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Relief flights began landing again at Sarajevo yesterday as the city authorities formally lifted a boycott of United Nations aid. The Bosnian government had already announced an end to the boycott, mounted in sympathy with tens of thousands of Muslims who had been cut off by rebel Serbs in Zepa, in the east of the country. A food convoy has now reached that area. But a second UN convoy, due to set out from Belgrade yesterday with emergency supplies for Muslims in the eastern town of Gorazde, was postpone d for a day at the request of the Serbs. IAEA, N. Korea at odds

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Governors of the International Atomic Energy Agency held an unprecedented closed session yesterday after North Korea again refused an inspection of nuclear facilities. The agency sought the inspection after analysis of material taken during six previous visits to the secretive Communist country yielded "major inconsistencies" regarding the quantity and quality of nuclear material North Korea claims to have. North Korea declared Feb. 21 that any attempt to force it to accept a special inspection could lea d to war in Korea. If North Korea does not reverse its stand, the matter could end up in the UN Security Council. Gas flows to Armenia

Natural gas resumed flowing to energy-starved Armenia yesterday after repairs were completed on a pipeline that was blown up last week, Roland Adonts, chief engineer of the Armenian Gas and Fuel enterprise, told the ITAR-Tass news agency. The attack was the third in the past month and triggered a severe energy crisis in Armenia. Letterman gets own place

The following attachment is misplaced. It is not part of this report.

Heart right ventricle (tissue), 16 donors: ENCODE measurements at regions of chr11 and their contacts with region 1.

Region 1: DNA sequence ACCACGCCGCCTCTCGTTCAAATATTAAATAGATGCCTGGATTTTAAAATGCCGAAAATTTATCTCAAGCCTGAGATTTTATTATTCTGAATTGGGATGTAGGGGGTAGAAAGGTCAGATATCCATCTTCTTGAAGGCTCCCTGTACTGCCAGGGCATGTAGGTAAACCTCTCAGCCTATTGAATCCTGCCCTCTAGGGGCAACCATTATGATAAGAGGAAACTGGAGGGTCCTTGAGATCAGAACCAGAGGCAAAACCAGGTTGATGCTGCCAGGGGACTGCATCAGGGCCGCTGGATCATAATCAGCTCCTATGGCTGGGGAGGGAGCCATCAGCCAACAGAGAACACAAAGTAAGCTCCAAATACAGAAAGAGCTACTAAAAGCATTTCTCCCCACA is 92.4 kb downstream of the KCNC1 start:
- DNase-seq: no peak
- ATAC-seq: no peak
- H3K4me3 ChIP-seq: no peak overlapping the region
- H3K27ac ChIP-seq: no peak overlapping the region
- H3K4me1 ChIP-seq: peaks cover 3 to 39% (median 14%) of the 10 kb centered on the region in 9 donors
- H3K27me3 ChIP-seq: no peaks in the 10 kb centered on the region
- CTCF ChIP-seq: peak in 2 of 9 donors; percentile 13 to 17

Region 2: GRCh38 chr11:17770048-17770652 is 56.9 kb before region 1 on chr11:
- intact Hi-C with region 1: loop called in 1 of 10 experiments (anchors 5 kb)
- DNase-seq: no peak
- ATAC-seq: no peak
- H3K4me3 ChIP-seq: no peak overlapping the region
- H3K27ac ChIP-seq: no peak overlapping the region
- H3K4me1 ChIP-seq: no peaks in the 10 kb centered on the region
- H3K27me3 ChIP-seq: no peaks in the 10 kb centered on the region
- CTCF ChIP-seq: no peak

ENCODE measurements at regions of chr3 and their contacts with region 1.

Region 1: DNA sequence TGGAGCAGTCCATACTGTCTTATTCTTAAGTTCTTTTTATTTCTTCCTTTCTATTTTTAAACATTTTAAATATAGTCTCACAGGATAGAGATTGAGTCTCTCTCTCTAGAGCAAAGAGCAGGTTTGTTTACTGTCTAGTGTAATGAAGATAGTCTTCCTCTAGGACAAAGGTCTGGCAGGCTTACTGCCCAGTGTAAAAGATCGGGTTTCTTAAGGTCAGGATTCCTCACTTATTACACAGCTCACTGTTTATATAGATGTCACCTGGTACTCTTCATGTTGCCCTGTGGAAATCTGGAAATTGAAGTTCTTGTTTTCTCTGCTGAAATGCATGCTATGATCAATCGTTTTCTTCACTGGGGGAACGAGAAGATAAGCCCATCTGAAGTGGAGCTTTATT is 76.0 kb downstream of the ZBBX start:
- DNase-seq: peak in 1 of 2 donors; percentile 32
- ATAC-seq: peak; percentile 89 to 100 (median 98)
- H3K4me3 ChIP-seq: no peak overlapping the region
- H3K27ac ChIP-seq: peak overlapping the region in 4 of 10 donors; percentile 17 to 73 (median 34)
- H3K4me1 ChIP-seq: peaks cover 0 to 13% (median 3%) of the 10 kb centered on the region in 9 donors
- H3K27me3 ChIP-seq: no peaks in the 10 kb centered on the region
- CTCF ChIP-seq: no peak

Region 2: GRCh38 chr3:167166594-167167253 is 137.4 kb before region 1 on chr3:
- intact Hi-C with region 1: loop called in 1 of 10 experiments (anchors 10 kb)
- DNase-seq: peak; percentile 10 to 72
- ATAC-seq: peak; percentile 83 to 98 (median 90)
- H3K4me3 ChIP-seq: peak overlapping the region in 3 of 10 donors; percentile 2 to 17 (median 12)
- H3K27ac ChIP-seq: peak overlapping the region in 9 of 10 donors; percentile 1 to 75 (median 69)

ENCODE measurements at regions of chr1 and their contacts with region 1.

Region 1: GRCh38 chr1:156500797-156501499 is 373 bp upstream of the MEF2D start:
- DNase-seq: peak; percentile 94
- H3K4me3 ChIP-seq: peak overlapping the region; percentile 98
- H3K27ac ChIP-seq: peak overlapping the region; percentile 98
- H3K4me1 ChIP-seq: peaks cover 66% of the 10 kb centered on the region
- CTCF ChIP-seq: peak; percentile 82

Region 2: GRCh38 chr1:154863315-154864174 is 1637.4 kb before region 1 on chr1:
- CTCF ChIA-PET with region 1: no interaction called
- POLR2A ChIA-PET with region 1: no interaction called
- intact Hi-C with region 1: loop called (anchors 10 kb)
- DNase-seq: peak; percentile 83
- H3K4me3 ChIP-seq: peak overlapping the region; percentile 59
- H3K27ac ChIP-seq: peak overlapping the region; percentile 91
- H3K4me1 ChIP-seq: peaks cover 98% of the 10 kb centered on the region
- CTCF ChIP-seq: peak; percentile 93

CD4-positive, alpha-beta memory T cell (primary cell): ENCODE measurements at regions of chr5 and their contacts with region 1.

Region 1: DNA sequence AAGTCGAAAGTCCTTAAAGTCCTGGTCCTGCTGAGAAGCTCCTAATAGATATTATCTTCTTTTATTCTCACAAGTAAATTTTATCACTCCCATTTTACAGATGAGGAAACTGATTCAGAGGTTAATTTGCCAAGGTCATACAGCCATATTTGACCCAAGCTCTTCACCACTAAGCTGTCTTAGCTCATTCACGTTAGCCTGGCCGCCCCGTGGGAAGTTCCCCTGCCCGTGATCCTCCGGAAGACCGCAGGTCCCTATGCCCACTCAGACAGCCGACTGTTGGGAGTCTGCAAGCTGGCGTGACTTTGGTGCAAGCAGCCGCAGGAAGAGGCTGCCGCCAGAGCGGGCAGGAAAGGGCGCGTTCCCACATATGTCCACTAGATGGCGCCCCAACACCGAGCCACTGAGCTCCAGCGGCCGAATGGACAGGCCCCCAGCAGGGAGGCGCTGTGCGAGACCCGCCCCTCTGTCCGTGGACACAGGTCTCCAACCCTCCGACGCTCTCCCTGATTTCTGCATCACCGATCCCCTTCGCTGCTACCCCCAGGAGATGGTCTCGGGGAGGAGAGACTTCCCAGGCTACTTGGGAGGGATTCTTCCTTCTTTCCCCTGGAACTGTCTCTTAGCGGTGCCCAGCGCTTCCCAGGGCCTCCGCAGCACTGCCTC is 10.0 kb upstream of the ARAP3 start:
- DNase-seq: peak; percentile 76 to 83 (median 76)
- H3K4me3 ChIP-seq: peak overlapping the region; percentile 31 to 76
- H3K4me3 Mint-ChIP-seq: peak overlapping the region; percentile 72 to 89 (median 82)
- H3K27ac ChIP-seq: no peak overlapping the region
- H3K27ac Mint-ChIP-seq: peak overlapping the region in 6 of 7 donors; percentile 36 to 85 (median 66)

The bright lights of Broadway outshined California's sun in the wooing of David Letterman. CBS announced yesterday it is buying New York City's landmark Ed Sullivan Theater specifically for the late-night talk-show star, who is leaving NBC this summer. "It's great to be back on Broadway," Letterman said in a statement issued by CBS. The show will make visits to Los Angeles, however. US Supreme Court

The US Supreme Court agreed yesterday to decide whether the Civil Rights Act of 1991 applies retroactively to court cases pending at the time when Congress enacted the law. The justices said they will use two cases a Texas woman's 1989 sexual-harassment lawsuit against her former employer and two black garage mechanics' lawsuit against their ex-employer to decide the issue. The court's decision, expected some time in 1994, will affect thousands of cases in which employment discrimination is alleged. The court also agreed to decide the scope of public school districts' obligations to pay for the private schooling of students with special educational needs. Fiat executives arrested

Two senior executives of the Fiat industrial group were arrested in Italy yesterday as a national corruption scandal spread to the highest levels of private business. Panicky investors unloaded Fiat shares on the stock exchange. The two are suspected of having violated laws on political-party financing and of complicity to corruption.

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